a database which is to cover all Latin inscriptions, whereby the texts are dissolved and supplemented. The presentation of the texts is as simple as possible. Apart from the generally accepted information on resolutions, additions and repayments, the special characters used are kept to a minimum. The abbreviations for the templates used are linked to cross-references to other epigraphic databases.

The Epigraphic Database Bari project (EDB)  
The Epigraphic Database Bari project (EDB), started in 1988, specializes in the epigraphic documents by Christians of Rome between III-rd and VIII-th cent. CE in the framework of the Electronic Archive of Greek and Latin Epigraphy (EAGLE), to whom it participates as founding-member – with EDH and EDR – since 2004.

Hispania Epigraphica (HE)  
The Epigraphic Database Roma (EDR) is a constituent part of the International Federation of epigraphic databases called Electronic Archive of Greek and Latin Epigraphy (EAGLE). As such, it is provided that can be consulted much in itself, but together with the other associated banks through the world EAGLE ( http://www.eagle-eagle.it ). At present are part of the Federation, as well as EDR, the Epigraphische Datenbank Heidelberg (EDH) , the Epigraphic Database Bari (EDB) and Hispania Epigraphica (HE)

Cuneiform inscriptions  
The Ancient World Digital Library (AWDL) is an initiative of the Institute for the Study of the Ancient World (ISAW) at New York University. AWDL will identify, collect, curate, and provide access to a broad range of scholarly materials relevant to the study of the ancient world.

Inscriptions of Aphrodisias   
This is the first edition of the online corpus of the inscriptions of Aphrodisias recorded up to 1994. The editions, translations and commentary are by Joyce Reynolds, Charlotte Roueché and Gabriel Bodard.

History and Bibliography of the Inscriptions   
The first study devoted to the history of the inscriptions of Aphrodisias was a small volume by J. M. R. Cormack, Notes on the History of the Inscribed Monuments of Aphrodisias (Reading, 1955), written while he was preparing the inscriptions recorded by his teacher, William Calder, for publication (as MAMA 8). The relevance of such material was illuminated by the work of Louis Robert; this was reflected in the discussion of visitors to Caria in J. and L. Robert, La Carie II, and to Aphrodisias in Hellenica 13, 109-16; the background to one group of texts was set out by J. M. Reynolds, A&R Appendix II, 147-8. Since then, new material has emerged; what follows is an account of the current state of our knowledge.

Curse Tablets of Roman Britain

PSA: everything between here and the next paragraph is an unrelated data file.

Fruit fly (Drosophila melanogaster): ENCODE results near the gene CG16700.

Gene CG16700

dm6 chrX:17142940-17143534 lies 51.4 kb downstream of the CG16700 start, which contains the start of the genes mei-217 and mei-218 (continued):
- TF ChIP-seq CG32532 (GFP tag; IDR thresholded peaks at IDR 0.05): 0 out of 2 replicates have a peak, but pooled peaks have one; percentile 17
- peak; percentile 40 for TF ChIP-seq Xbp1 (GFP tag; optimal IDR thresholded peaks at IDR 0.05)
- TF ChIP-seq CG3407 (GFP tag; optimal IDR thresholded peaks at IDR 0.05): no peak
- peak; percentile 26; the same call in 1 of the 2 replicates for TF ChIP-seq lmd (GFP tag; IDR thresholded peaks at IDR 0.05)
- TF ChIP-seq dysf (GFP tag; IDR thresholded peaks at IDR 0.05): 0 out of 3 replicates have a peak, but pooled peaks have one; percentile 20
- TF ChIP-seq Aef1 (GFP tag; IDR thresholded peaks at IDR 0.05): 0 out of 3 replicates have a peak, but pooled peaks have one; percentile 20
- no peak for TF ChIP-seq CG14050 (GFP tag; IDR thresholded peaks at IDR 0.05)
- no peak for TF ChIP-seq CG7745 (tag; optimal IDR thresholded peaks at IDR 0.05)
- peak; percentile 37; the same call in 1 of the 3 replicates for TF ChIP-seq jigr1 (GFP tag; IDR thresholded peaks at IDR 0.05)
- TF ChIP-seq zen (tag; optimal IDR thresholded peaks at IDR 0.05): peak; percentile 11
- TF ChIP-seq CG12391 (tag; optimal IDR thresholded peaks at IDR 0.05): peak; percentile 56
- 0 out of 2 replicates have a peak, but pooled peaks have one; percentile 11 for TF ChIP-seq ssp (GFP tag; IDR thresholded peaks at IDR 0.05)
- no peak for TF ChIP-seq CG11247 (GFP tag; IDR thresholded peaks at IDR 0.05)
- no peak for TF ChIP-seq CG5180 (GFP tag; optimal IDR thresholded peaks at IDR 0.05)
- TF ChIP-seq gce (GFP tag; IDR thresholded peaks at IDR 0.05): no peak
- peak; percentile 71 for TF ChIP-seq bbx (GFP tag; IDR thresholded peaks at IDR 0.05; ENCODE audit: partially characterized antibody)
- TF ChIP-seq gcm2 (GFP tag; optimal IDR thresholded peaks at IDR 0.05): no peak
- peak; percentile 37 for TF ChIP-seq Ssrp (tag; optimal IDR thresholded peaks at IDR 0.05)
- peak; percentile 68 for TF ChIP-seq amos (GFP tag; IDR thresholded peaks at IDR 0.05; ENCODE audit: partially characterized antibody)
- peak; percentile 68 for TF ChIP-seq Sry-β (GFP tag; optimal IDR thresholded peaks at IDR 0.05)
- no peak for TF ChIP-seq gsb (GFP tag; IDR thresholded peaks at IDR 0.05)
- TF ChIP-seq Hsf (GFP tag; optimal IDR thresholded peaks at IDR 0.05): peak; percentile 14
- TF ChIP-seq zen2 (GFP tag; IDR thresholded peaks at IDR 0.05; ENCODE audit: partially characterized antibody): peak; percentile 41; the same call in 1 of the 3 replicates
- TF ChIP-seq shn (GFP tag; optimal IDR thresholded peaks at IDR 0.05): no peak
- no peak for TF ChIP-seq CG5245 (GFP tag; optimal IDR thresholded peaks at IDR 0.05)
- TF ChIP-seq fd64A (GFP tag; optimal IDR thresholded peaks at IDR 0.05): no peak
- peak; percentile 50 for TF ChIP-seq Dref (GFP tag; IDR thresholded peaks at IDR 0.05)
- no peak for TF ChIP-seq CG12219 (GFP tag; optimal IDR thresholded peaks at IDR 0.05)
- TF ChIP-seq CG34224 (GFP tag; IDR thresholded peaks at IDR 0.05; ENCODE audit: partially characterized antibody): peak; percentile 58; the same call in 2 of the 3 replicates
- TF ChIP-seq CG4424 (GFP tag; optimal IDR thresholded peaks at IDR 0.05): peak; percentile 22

‘Curse tablets’ are small sheets of lead, inscribed with messages from individuals seeking to make gods and spirits act on their behalf and influence the behaviour of others against their will. The motives are usually malign and their expression violent, for example to wreck an opponent’s chariot in the circus, to compel a person to submit to sex or to take revenge on a thief. Letters and lines written back to front, magical ‘gibberish’ and arcane words and symbols often lend the texts additional power to persuade. In places where supernatural agents could be contacted, thrown into sacred pools at temples, interred with the dead or hidden by the turning post at the circus, these tablets have survived to be found by archaeologists.

Vindolanda Tablets Online Database   
This online edition of the Vindolanda writing tablets, excavated from the Roman fort at Vindolanda in northern England, includes the following elements: Tablets – a searchable online edition of the tablets (volumes I and II) Exhibition – an introduction to the tablets and their context Reference – a guide to aspects of the tablets’ content Help – navigation and using the site

Photographic Archive of Papyri in the Cairo Museum   
Photographic Archive of Papyri in the Cairo Museum. A project supported by the Andrew W. Mellon Foundation.

Digitised Images from the Cox Archive  
The archive of notebooks, photographs and squeezes from Sir Christopher Cox’s two Phrygian expeditions in 1925 and 1926 which formed the basis for Barbara Levick’s and Stephen Mitchell’s publication of volumes IX and X of Monumenta Asia Minoris Antiqua in 1988 and 1993 have been deposited in the Centre by Dr. Levick.

Imaging Roman Stilus Tablets  
The Centre undertook a joint project with the Department of Engineering Science at Oxford University between 1997-2002 to develop a new computer-based image-enhancement technique for incised material.

The Ashmolean Latin Inscriptions Project (AshLI)  
The Ashmolean Latin Inscriptions Project (AshLI) is a three-way collaboration between Warwick University, Oxford University and the Ashmolean Museum, supported by the Arts and Humanities Research Council.

Proxeny networks of the Ancient World  
Proxeny Networks of the Ancient World (a database of proxeny networks of the Greek city-states)

The Corpus of Ptolemaic Inscriptions (CPI)  
The Corpus of Ptolemaic Inscriptions (CPI) consists of more than 550 Ptolemaic epigraphic monuments. Of these, Peter Fraser’s collection of 346 Ptolemaic inscriptions from Egypt, accompanied by a rich photographic archive of monuments and sites, constitutes the core. A further 215 inscriptions have been collected by the CPI research team, which, when added to Fraser’s archive, provide us with as complete a picture of Ptolemaic epigraphy as has up to now been possible.

Smithsonian Collections Search Center (CSC)  
The Collections Search Center provides easy “one-stop searching” of more than 5.4 million of the Smithsonian’s museum, archives, library and research holdings and collections from across the institution. Selected fields from Anthropology’s ethnographic, archaeological, and archival databases are included, and the CSC provides links to the specific online databases listed below.

Arabian Epigraphic Notes  
The Arabian Peninsula contains one of the richest epigraphic landscapes in the Old World, and new texts are being discovered with every expedition to its deserts and oases. Arabian Epigraphic Notes is a forum for the publication of these epigraphic finds, and for the discussion of relevant historical and linguistic issues.